American Bald Eagle:

bald eagle | bald eagle facts

The founders of the United States wanted to symbolize their nation to a powerful bird, so they choose bald eagle. They hoped that it would be strong and powerful, and one day will fly high in the sky to represent freedom. One can see the images of a bald eagle on the stamps, coins. 

Why are Bald Eagles Called Bald?

Though they are named bald eagles, they are not bald. The word bare in old English is known as Balde, which means white. Bald eagles have white snowy feathered head and tail; sometimes, they are also known by American eagles, fishing eagles, white-headed eagles, and Washington eagles.

Bald Eagle Habitat:

Bald eagles are found nearly to the large water bodies combined with the grasslands, rivers, and streams. Most bald eagle’s habitat in Alaska and Canada. Others inherit in the mangrove swamps and northern Mexico’s deserts. Bald eagles are adaptive birds; they can be found near water bodies close to their favorite food.

Bald Eagle Scientific Name?

Scientifically bald eagles are known as Haliaeetus Leucocephalus.

What Colour is a Bald Eagle?

The male and female bald eagle has a blackish-brown body with a white head, neck, and tail. Bald eagles have yellow, pale eyes, yellow feet, legs, and beak. Young bald eagles have a combination of brown and white feathers with brown eyes and black beak.

Bald Eagle Classification:

Common name- bald eagle

Kingdom- Animalia

Phylum- Chordata

Class- Aves

Order- Accipitriformes

Family- Accipitridae Genus- Haliaeetus

Bald Eagle Lifespan:

In the wild, the average lifespan of a bald eagle is 20 years; the oldest bald eagle recorded was 38 years old. In New York, a captive individual lived for 50 years.

Bald Eagles Facts:

  • The height of a bald eagle is 28 to 38 inches, the size of their wingspan is 5.5 to 8 feet. The grip strength of a bald eagle is ten times that of a human being.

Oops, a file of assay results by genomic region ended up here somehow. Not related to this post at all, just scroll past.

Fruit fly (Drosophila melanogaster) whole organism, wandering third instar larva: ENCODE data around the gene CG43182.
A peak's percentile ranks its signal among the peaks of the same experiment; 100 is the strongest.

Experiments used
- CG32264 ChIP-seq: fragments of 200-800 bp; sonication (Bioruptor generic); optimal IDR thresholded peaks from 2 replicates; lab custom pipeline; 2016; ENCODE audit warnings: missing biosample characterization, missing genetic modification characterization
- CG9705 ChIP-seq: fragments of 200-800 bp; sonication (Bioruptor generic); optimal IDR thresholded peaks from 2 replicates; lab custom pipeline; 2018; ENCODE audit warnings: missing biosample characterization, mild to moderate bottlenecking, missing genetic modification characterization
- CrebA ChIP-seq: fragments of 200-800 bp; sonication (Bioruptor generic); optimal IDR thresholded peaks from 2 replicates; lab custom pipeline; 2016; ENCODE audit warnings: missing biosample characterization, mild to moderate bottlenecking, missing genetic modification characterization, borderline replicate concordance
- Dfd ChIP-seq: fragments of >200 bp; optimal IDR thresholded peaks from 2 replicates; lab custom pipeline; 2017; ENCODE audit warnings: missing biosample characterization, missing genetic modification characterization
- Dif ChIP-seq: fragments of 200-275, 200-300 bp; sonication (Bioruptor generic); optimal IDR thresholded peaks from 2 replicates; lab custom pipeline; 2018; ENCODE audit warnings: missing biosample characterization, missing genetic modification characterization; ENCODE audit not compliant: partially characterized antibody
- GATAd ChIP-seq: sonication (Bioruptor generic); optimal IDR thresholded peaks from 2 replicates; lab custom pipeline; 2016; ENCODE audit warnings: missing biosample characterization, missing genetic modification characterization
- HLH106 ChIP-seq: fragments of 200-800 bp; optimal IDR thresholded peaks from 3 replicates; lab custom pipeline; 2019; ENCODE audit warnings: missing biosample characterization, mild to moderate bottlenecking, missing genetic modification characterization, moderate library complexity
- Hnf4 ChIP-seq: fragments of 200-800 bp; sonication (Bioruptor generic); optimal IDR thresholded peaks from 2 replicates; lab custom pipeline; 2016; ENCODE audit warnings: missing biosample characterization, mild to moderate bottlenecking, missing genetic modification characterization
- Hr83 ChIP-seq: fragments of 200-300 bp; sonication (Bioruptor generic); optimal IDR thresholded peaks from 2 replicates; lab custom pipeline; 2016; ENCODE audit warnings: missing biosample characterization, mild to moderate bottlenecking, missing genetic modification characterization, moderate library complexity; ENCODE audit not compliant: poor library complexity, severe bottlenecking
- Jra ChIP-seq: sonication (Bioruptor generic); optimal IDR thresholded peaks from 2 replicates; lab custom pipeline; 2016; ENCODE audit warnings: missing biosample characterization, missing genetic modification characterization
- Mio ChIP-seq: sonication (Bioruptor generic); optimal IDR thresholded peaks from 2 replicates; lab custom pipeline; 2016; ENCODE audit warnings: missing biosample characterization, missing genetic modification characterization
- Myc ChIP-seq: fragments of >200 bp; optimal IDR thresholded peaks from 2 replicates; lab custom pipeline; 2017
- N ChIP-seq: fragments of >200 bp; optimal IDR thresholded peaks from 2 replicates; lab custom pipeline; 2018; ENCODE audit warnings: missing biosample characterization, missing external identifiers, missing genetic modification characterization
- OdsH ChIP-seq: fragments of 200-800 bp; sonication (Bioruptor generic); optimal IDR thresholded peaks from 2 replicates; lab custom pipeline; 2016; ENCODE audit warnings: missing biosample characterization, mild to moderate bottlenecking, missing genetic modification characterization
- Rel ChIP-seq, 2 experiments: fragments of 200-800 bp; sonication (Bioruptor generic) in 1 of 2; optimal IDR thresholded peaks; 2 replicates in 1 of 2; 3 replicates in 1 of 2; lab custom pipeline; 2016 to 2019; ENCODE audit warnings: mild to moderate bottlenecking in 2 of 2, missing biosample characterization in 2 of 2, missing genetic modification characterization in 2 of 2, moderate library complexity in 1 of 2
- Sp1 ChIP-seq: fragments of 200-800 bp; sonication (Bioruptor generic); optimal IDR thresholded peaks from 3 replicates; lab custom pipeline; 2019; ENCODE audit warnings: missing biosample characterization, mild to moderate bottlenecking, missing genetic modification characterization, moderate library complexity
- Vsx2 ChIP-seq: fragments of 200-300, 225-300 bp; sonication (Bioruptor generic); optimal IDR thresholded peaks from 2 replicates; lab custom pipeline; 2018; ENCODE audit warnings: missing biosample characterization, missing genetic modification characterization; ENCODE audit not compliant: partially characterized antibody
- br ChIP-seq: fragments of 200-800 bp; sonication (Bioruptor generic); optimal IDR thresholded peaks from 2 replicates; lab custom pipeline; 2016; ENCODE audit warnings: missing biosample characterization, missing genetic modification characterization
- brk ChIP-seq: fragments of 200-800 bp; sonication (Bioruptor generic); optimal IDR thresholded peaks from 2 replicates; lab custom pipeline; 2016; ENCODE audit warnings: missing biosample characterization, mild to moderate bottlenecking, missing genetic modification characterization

• Male bald eagle weighs between 6 to 9 pounds, whereas female weighs between 10 to 15 pounds.
  • The eyesight of a bald eagle has a perfect vision that can see to a distance at least four times that of a human.
  • Bald eagles do not have vocal cords. Their sound is produced through a bony chamber located at the trachea. They are famous for their harsh and high pitched voice.
  • Bald eagles do not sweat; they use branches to shade themselves and hold their wings away from their body to cool themselves.
  • Bald eagles are opportunistic hunters; their favorite food is fish that includes a variety of fishes like catfish, salmon, herring. But when fishes are not available, they may eat ducks, auklets.
  • It is believed that bald eagles choose to mate for lifetime; female bald eagle lay its eggs once a year.
  • Bald eagles are known as the master for building nests; they construct their nest near water in a tall tree. The nest is coated with grasses, twigs, and other soft material.
  • The incubation lasts for about 35 days, and the eggs laid by the female bald eagle is 1 to 3. The young bald eagle will remain in the nest for 10 to 12 weeks.
  • If a bald eagle loses his feather from one wing, it will naturally lose a matching one from the other side; this helps them in balancing.
  • Bald eagles can’t swim but can cross the water by sitting in the water and sail themselves with their wings.
  • Talons are vital for bald eagles for hunting; they kill their prey and pervade their flesh with their claws. 

Bald Eagle Family :

As the main diet of a bald eagle consists of fish, they were hunted to protect the fishing ground. The pesticides like DDT were used for birds and fishes; these chemical got collected in the body of fishes which were consumed by bald eagles. This made the eggshells of a bald eagle weak, and they were unable to reproduce. The population of bald eagle started declining. After the pesticide was restricted, the community began to bounce back. Today, they are not listed as endangered species; there are more than 10,000 bald eagles residing in North America.

Where Do Bald Eagles Live:

Bald eagles are found throughout most of North America, from Alaska and Canada to northern Mexico.